Join us at
Go Red Connect
Connect with others and learn how you can help us save a woman’s life today. Share your story – whether you or a loved one
has experienced heart disease –for a chance to become a Go Red For Women® spokesperson.
BE THE DIFFERENCE
This year, Go Red For Women is asking women to participate in the 10th Annual National Wear Red Day on Friday, February 1, 2013, to make ending heart disease a reality.
Twitter Hashtags to use: #GoRed & #WearRedDay
- GIVE: Donate to help fund lifesaving research and educational programs that can help uncover the truth about heart disease and save lives.
- VOLUNTEER: Contact your local American Heart Association office to see how you can get involved with Go Red For Women.
- SHOP GO RED: Go to ShopGoRed.org to support education and awareness programs by purchasing Go Red For Women apparel, accessories and other heart-healthy products.
WHY GO RED?
Research shows that women who Go Red are more likely to make healthy choices.
- More than one-third have lost weight.
- Nearly 50 percent have increased their exercise.
- Six out of 10 have changed their diets.
- More than 40 percent have checked their cholesterol levels.
- One-third have talked with their doctors about developing heart health plans.
For more information about Go Red For Women, visit GoRedForWomen.org or call 1-888-MY-HEART.
Factors that Increase Your Risk for Heart Disease
When you think of an energetic college athlete, the last thing you’d think she’d have to worry about is heart disease. But that’s exactly what 19-year-old Regan Judd was faced with her junior year. Turns out, her youth was no match for risk factors like her heart murmur and a family history of heart disease.
Regan’s story is unfortunate proof that heart disease does not spare the young. It does not discriminate based on age, and in combination with lifestyle, overall health and whether or not it runs in your family, these factors can work together to raise your risk. While you can’t change things like age and family history, the good news is that even modest changes to your diet and lifestyle can improve your heart health and lower your risk by as much as 80 percent. Read on to learn more about each of the risk factors, how to assess each and the keys to prevention so you can cut your risk and keep heart disease out of your life – for good.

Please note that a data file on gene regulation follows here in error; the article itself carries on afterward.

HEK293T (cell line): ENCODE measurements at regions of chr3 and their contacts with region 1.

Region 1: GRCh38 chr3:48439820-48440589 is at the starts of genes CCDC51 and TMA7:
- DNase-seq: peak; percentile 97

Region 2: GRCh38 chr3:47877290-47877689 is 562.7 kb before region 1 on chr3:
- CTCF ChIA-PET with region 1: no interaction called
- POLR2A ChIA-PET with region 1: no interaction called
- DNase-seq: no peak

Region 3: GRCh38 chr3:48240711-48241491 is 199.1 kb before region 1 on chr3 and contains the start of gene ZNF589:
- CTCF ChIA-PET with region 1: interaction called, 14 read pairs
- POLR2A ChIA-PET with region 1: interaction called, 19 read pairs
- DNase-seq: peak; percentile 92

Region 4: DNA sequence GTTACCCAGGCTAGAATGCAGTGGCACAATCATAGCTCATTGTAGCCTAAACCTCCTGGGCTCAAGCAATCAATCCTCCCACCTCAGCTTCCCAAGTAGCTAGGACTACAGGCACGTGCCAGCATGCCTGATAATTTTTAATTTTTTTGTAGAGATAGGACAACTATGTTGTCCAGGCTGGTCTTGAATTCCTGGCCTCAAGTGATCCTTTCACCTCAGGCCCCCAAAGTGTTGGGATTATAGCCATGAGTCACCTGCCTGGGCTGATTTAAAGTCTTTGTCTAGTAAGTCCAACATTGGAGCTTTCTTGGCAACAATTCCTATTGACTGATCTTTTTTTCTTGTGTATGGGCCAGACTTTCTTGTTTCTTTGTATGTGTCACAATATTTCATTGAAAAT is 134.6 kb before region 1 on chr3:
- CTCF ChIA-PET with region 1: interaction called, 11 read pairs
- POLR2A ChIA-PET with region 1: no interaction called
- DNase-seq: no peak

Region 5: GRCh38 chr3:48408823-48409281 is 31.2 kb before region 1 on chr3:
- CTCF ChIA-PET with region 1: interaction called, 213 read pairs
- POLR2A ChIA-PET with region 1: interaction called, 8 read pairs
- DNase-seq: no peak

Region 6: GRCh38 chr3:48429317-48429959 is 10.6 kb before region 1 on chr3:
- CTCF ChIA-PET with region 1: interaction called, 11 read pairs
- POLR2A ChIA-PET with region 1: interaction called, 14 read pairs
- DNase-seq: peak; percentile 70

- Cholesterol and Heart Disease Find out healthy cholesterol levels and what you can do to improve your health »
- High Blood Pressure and Heart Disease High blood pressure is a misunderstood condition. Read on to learn the truth about its relation to heart disease »
- Smoking and Heart Disease In addition to lung cancer, smoking can put your body at risk for heart disease. Find out effects of smoking and tips on how to quit »
- Diabetes and Heart Disease Adults with diabetes are two to four times more likely to have heart disease or a stroke than adults without the condition »
- Weight and Heart Disease Losing weight isn't just for aesthetic reasons. Practice heart healthy eating habits to keep your risk for heart disease low. »
- Physical Inactivity and Heart Disease A lack of physical activity comes with great risks. Learns ways to exercise moderately and reduce your risk for heart disease »
WHY TAKE ACTION?
- More women die of heart disease than all forms of cancer combined.
- While one in 31 American women dies from breast cancer each year, one in three dies of cardiovascular disease.
- Currently, some eight million women in the U.S. are living with heart disease, yet only one in six American women believes that heart disease is her greatest health threat.
- Ninety percent of women have one or more risk factors for developing heart disease.
- Only 43 percent of African American women and 44 percent of Hispanic women know that heart disease is their greatest health risk, compared with 60 percent of white women.
- In women, heart disease is too often a silent killer – less than a third of women in a recent survey reported any early warning signs such as chest pain or discomfort before a heart attack, compared with most men.
- Only slightly more than half of women are likely to call 911 if experiencing symptoms. And yet, 79 percent of women said that they would call 911 if someone else was having a heart attack.